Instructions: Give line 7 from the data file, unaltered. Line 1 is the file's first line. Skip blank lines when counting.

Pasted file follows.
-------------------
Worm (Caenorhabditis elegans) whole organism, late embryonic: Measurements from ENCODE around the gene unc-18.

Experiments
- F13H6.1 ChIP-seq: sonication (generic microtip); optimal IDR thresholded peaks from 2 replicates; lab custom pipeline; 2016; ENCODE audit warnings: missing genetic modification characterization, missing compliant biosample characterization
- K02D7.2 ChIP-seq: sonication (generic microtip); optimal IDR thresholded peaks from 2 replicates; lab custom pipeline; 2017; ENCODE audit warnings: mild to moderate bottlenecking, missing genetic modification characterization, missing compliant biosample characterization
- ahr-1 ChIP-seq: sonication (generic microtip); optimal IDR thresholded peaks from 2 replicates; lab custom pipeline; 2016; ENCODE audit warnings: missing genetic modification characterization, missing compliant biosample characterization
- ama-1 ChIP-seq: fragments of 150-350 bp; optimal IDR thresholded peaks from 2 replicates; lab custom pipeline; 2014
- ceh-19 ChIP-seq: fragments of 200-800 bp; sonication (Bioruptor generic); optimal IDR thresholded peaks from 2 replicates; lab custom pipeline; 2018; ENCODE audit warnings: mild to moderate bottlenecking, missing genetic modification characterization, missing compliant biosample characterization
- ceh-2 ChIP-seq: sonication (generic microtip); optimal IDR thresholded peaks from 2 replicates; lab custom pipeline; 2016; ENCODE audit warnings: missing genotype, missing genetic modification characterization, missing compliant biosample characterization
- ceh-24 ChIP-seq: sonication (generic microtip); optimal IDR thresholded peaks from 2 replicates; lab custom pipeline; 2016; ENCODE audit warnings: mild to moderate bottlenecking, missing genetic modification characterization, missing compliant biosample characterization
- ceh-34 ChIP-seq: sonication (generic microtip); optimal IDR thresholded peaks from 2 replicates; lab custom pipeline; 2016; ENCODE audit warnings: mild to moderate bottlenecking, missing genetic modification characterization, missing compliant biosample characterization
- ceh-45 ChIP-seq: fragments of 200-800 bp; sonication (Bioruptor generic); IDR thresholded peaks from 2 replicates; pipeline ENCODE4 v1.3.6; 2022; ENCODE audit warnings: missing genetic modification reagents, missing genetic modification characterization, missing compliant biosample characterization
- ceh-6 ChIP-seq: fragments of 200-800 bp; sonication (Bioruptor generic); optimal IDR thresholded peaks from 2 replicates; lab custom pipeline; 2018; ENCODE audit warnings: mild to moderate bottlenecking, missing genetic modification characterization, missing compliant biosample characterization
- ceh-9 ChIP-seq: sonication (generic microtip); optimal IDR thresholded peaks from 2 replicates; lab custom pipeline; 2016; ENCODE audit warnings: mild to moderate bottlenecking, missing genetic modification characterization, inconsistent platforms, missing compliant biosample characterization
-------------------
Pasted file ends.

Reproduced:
- ceh-19 ChIP-seq: fragments of 200-800 bp; sonication (Bioruptor generic); optimal IDR thresholded peaks from 2 replicates; lab custom pipeline; 2018; ENCODE audit warnings: mild to moderate bottlenecking, missing genetic modification characterization, missing compliant biosample characterization